Chicken wire and shredded dollar store table cloths are all Crystal Wagner sees over the multiple days it takes her to weave and sculpt one of her signature installations. Her work mimics organic shapes found in nature but betrays its artificiality with its fluorescent color schemes. Wagner recently debuted her latest installation, “Elasticity,” on view through February 6 at Bagwell Art Gallery at the Pellissippi State Community College campus in Knoxville, Tennessee. Made from the aforementioned materials, the colorful piece dominates the exhibition space and is one of Wagner’s most elaborate works to date.
David Spriggs uses a combinations of acrylic paint and transparent plastic sheets to create sculptural installations with images floating within them. Spriggs divides his abstract designs into layers and paints them one by one until they accumulate into an illusory final product. His work focuses on radiating patterns that evoke various cosmic phenomena. With his strategic use of lighting, the nebulas come to life and appear to levitate before the viewer.
Spanish artist Pablo Valbuena alters viewers’ experiences with architecture with his projection-based installation art. Valbuena prefers to work in cavernous, abandoned spaces where he can use bright, white light to ephemerally draw on the walls. He typically arranges his projections to respond the existing architectural structure. As the geometric light projections in each piece shift, viewers’ relationship to the space changes.
Serra Victoria Bothwell Fels creates wooden installations inspired by the geometric arrangements of crystal formations. The artist stacks thin pieces of wood into tessellating triangular shapes, using them to create hive-like structures that viewers can enter. Fels’s installations are based on her elaborate blueprints, which she displays as artworks in their own right. The wood she uses is sourced from discarded construction materials. Functional and visually appealing, her works evoke makeshift shelters that viewers can temporarily inhabit.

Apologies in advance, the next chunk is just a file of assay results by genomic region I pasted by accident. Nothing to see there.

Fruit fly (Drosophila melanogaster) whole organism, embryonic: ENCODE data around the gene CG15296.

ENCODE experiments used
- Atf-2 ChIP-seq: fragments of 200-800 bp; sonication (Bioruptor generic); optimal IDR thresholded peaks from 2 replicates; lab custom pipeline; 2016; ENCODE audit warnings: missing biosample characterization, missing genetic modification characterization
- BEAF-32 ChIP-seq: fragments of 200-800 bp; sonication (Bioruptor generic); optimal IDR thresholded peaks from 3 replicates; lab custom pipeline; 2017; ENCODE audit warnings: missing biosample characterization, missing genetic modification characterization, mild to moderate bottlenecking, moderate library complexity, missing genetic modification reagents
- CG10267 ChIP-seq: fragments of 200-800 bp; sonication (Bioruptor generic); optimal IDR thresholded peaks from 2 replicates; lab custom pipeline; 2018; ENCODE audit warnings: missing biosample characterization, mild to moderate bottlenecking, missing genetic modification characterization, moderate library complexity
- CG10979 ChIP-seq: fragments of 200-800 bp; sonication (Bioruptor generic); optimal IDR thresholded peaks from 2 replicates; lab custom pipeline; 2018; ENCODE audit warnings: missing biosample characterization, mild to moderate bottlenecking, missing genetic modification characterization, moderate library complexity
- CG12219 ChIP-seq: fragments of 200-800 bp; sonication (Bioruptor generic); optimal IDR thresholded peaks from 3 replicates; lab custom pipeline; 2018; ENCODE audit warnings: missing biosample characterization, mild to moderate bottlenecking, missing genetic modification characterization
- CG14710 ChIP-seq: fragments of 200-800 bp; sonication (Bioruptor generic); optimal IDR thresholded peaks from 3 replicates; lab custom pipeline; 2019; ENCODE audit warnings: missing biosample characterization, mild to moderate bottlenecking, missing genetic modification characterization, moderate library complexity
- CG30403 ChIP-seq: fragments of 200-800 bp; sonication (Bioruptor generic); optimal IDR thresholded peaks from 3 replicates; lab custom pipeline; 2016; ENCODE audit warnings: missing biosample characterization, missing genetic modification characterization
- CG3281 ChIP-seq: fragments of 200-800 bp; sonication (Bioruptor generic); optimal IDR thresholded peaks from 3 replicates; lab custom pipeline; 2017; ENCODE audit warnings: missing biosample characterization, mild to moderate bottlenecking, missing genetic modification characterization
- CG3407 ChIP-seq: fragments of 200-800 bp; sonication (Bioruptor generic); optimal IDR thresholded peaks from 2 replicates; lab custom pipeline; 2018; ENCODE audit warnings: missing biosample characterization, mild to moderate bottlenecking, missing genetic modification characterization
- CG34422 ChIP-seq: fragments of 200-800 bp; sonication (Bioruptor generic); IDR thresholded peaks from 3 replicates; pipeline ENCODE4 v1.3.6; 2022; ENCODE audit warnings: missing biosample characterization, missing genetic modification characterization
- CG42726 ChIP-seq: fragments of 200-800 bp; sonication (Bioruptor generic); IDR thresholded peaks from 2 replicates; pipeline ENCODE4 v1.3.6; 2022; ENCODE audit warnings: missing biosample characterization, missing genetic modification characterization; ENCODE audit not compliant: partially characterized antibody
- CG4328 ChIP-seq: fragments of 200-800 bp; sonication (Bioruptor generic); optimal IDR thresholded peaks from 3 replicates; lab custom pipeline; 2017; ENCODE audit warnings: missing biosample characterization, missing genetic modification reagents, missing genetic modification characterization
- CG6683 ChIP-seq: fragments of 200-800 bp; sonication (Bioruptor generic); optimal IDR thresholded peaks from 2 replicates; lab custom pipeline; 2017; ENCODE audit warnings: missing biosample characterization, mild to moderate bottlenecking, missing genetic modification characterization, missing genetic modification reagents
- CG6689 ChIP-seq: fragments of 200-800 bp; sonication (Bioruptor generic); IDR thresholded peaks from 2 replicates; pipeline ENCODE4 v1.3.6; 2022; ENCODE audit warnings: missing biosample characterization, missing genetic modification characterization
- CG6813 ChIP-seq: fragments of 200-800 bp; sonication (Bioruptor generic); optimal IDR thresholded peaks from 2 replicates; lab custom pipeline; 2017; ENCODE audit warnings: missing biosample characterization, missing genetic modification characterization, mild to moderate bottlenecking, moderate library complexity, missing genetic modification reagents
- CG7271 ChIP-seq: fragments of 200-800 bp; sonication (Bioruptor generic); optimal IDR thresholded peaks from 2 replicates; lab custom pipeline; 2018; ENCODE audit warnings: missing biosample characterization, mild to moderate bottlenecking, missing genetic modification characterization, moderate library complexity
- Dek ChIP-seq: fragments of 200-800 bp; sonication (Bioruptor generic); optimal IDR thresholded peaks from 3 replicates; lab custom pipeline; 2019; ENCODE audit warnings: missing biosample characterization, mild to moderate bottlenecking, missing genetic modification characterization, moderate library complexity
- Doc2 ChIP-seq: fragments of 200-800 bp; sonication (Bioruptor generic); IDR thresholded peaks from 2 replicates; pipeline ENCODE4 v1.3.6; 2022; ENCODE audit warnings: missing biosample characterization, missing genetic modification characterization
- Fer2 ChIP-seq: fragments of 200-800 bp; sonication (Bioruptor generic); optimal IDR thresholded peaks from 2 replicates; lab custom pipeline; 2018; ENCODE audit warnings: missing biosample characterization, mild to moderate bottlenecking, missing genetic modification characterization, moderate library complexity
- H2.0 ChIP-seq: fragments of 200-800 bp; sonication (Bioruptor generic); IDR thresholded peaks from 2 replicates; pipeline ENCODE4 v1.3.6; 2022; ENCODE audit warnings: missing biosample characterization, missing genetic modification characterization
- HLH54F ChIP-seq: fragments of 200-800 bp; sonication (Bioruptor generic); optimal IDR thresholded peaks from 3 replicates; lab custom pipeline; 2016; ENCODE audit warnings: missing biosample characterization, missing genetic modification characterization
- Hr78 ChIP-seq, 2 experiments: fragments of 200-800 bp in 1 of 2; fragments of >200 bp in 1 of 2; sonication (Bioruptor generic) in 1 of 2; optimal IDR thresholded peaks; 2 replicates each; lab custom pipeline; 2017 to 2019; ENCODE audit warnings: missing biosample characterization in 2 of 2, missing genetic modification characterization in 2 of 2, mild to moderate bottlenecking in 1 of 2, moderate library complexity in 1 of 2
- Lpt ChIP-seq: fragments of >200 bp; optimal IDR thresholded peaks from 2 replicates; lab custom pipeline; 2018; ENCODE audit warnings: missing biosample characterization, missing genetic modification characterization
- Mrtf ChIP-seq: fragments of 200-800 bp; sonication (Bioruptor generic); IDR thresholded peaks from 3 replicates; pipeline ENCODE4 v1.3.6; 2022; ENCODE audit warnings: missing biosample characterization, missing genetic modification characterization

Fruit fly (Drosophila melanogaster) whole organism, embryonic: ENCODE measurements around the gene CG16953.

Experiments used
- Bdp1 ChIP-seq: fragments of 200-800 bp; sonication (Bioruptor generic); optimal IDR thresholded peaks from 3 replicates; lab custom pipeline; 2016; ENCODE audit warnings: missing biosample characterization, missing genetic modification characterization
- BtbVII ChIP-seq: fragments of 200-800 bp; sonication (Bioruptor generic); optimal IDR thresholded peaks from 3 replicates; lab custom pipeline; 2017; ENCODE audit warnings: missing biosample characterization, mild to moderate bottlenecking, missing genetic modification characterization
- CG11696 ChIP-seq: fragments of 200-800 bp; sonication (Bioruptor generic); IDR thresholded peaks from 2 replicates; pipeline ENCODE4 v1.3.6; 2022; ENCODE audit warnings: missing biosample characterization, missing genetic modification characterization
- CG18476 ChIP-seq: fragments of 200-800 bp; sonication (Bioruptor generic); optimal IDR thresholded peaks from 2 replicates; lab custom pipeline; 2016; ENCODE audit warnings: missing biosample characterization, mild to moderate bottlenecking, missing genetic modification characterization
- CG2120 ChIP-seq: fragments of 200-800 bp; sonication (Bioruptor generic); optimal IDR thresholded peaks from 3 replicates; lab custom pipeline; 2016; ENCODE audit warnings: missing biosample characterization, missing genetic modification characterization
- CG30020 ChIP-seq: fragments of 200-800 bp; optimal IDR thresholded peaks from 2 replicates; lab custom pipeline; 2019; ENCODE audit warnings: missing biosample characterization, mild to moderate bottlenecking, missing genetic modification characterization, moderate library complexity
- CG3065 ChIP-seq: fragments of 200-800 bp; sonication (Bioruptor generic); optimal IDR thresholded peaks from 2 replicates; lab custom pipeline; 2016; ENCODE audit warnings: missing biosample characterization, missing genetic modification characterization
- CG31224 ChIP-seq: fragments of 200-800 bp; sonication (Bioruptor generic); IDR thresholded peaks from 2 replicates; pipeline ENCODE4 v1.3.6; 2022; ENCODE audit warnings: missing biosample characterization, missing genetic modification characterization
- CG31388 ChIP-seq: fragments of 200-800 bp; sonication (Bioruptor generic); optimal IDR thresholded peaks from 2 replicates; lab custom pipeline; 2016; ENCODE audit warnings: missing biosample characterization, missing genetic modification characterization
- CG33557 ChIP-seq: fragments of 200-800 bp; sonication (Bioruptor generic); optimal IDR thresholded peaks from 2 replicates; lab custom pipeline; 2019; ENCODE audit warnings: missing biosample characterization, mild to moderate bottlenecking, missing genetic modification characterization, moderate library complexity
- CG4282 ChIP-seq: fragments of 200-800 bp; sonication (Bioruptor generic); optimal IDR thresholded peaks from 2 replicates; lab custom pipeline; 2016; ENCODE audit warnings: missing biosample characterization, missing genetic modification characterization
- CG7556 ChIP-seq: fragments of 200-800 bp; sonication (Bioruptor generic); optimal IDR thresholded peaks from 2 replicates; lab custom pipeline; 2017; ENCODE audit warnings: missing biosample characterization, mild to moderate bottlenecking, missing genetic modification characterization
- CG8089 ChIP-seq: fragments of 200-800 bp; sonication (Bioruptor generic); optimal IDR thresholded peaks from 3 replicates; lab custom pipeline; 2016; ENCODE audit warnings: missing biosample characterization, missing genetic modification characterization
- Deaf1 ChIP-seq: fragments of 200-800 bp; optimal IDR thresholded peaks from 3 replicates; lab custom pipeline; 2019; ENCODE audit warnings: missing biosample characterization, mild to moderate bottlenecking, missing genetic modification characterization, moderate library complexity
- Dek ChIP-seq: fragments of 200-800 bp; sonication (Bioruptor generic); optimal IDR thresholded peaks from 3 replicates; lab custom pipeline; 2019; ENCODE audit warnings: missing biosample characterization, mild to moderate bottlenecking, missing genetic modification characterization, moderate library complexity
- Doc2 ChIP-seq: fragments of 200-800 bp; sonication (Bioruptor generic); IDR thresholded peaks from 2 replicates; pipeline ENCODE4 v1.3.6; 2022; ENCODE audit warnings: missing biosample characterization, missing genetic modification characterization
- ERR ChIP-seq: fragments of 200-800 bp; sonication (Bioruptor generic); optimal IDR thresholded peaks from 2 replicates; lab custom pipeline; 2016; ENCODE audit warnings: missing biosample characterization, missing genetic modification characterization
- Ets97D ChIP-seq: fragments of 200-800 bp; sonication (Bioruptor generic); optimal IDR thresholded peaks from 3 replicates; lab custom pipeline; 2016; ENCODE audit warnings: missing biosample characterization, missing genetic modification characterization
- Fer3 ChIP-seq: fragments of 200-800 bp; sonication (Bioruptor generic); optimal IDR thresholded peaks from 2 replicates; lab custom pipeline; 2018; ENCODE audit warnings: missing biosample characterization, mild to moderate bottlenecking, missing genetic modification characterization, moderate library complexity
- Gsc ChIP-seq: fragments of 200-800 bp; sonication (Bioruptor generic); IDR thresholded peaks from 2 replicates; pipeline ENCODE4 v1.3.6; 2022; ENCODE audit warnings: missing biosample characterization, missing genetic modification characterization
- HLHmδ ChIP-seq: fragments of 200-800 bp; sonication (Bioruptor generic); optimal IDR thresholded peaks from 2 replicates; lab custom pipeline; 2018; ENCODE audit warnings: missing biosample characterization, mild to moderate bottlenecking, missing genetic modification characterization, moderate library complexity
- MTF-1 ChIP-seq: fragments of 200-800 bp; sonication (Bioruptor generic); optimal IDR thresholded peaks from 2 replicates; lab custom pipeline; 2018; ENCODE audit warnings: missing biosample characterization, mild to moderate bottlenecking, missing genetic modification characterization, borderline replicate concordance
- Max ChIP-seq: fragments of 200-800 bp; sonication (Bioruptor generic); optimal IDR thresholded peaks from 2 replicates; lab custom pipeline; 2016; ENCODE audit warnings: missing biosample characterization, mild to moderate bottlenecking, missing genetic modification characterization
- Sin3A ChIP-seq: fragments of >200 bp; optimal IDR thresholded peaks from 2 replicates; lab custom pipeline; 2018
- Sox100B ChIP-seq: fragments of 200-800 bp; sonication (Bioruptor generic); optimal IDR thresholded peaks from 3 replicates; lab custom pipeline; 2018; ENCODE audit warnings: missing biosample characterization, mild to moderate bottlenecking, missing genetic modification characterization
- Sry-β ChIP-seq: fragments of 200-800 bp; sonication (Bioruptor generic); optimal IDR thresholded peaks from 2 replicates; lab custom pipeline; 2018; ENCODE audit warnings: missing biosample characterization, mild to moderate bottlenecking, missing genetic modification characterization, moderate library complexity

German artist Tobias Rehberger’s work is all about illusion. His installations transform rooms into Op Art-inspired, immersive environments that trick the eye. Criss-crossing, black and white patterns flatten the three-dimensional spaces, confusing his viewers’ sense of depth with busy patterns that continue from floor to ceiling. Rehberger’s sculptures are similarly entrancing with their bright colors and geometric forms. Though abstract at a first glance, many of his works cast shadows that form textual messages, adding another dimension of experience to the pieces.
Last night, sculptor Daniel Arsham celebrated a return to his hometown of Miami with his installation, “Welcome to the Future” at Locust Projects. The project was successfully funded by Kickstarter and donations to create an original, site specific experience to Miami. Although an apocalyptic glimpse into our future, the piece is inspired by Arsham’s past- his survival of Hurricane Andrew in the 1990s.